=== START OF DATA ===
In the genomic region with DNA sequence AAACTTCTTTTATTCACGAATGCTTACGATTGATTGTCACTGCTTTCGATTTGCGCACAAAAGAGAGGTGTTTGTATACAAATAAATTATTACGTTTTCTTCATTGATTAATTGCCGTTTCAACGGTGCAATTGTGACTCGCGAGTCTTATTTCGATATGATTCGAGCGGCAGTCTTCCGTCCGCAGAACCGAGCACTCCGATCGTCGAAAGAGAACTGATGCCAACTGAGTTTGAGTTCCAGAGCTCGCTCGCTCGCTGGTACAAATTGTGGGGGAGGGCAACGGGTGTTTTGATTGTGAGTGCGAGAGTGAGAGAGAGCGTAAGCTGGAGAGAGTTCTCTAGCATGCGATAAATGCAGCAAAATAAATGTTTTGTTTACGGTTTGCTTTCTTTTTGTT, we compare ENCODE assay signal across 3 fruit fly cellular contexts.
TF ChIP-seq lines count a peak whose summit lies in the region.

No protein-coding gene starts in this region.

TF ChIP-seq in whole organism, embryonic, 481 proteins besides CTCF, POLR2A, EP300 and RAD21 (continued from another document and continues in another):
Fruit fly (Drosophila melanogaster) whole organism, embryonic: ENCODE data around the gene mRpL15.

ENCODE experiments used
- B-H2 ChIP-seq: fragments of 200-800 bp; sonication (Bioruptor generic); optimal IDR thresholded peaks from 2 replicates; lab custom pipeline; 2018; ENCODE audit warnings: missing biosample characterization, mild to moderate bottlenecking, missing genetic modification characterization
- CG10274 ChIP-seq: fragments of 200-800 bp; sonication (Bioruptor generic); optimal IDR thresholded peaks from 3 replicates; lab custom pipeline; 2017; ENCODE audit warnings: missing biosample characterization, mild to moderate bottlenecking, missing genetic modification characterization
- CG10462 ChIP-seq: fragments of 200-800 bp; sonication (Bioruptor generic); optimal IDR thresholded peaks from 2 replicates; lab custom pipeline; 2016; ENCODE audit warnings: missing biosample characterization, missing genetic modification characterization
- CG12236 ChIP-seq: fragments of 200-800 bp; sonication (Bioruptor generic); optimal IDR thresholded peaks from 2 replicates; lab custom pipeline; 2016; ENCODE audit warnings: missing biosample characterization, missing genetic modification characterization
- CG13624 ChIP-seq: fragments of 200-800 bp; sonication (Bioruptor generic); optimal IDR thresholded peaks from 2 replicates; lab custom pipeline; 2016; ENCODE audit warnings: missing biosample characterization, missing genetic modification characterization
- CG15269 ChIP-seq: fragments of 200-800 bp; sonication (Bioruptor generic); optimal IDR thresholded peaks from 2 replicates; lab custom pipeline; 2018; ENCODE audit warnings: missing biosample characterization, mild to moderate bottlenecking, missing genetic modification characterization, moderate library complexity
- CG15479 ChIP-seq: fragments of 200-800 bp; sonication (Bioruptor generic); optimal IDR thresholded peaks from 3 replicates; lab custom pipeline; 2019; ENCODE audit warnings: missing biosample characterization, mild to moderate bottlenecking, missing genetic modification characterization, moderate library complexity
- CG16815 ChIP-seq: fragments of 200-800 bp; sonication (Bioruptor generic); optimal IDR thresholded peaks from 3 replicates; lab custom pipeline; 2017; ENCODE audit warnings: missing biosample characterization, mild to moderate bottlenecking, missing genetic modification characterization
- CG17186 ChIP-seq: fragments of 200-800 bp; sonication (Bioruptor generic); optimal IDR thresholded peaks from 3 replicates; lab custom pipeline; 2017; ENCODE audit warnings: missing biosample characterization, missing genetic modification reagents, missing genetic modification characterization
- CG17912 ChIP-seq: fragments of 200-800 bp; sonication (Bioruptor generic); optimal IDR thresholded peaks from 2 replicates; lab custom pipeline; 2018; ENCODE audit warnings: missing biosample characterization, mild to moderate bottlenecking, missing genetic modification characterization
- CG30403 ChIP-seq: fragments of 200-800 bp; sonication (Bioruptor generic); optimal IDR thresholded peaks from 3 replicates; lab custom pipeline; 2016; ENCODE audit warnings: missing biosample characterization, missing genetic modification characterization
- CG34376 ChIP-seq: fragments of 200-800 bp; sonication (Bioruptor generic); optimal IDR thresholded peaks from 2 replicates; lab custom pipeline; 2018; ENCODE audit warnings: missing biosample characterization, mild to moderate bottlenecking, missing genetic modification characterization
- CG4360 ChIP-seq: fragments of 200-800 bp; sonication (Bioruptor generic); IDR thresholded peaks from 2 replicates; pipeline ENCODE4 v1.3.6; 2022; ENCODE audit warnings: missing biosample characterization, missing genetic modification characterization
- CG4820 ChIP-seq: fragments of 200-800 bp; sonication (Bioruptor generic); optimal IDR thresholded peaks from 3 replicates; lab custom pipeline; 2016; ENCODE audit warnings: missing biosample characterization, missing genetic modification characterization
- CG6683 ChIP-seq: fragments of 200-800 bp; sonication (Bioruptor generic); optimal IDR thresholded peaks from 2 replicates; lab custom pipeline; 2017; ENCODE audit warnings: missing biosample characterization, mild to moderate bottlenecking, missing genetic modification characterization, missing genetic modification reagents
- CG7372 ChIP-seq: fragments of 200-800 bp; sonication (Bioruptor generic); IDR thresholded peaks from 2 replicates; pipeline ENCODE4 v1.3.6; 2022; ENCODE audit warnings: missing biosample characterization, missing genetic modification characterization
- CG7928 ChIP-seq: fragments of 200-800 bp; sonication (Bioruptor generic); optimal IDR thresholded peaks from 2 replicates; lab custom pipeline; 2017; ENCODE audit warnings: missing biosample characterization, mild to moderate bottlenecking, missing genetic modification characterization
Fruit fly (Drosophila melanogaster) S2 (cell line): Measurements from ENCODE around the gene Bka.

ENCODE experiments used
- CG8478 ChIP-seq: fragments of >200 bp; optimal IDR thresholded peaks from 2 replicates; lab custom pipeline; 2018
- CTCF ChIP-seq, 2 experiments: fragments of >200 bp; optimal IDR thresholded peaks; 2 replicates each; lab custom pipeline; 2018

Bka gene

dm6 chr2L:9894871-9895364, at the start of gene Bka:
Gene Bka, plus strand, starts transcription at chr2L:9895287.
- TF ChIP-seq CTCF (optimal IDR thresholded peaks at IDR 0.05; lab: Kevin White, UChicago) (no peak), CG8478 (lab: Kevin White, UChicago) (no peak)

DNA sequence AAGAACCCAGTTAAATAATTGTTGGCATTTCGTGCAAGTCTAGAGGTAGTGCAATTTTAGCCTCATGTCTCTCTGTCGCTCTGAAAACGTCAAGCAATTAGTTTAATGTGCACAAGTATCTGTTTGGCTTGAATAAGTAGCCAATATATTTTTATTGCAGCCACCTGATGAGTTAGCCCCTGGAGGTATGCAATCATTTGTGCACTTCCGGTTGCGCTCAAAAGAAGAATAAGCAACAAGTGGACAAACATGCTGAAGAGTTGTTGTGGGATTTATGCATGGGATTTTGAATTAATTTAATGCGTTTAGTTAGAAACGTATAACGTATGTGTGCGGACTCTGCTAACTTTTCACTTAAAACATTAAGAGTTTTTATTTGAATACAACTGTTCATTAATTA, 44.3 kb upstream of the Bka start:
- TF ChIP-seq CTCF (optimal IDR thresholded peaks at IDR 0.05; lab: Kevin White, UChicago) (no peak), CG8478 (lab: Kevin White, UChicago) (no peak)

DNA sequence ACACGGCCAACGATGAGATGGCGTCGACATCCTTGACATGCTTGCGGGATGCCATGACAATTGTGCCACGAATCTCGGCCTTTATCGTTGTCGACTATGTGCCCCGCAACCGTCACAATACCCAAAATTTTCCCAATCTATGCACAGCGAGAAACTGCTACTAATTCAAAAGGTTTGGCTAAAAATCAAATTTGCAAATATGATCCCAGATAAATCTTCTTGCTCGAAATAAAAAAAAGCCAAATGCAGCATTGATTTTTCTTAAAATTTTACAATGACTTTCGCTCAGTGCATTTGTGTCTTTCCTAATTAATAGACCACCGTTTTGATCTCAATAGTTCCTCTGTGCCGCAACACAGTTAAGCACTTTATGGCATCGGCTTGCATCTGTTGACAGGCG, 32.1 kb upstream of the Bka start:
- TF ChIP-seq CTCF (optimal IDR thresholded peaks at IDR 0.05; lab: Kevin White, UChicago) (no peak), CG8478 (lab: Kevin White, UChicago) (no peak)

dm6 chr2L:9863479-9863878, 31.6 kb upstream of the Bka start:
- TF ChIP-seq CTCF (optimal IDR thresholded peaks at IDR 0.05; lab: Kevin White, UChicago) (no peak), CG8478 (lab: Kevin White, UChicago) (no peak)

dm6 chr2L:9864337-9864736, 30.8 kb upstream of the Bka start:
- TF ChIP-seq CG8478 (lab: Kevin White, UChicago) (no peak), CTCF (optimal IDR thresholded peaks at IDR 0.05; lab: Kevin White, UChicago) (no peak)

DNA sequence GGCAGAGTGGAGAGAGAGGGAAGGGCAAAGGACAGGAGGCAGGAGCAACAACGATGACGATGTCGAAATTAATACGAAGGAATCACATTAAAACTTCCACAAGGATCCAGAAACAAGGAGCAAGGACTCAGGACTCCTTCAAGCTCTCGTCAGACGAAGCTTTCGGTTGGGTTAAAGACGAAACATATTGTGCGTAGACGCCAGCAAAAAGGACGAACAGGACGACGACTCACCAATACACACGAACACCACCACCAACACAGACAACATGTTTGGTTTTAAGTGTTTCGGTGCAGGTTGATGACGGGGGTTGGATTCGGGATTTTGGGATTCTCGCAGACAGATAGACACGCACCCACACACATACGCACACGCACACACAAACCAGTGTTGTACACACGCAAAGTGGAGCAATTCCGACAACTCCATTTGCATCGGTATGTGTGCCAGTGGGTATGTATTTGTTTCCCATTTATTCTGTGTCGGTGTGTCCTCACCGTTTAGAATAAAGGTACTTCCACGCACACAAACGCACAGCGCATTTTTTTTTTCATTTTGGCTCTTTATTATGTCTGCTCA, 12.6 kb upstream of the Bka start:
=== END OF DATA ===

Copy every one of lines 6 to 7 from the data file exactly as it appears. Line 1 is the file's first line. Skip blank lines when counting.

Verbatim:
ENCODE experiments used
- B-H2 ChIP-seq: fragments of 200-800 bp; sonication (Bioruptor generic); optimal IDR thresholded peaks from 2 replicates; lab custom pipeline; 2018; ENCODE audit warnings: missing biosample characterization, mild to moderate bottlenecking, missing genetic modification characterization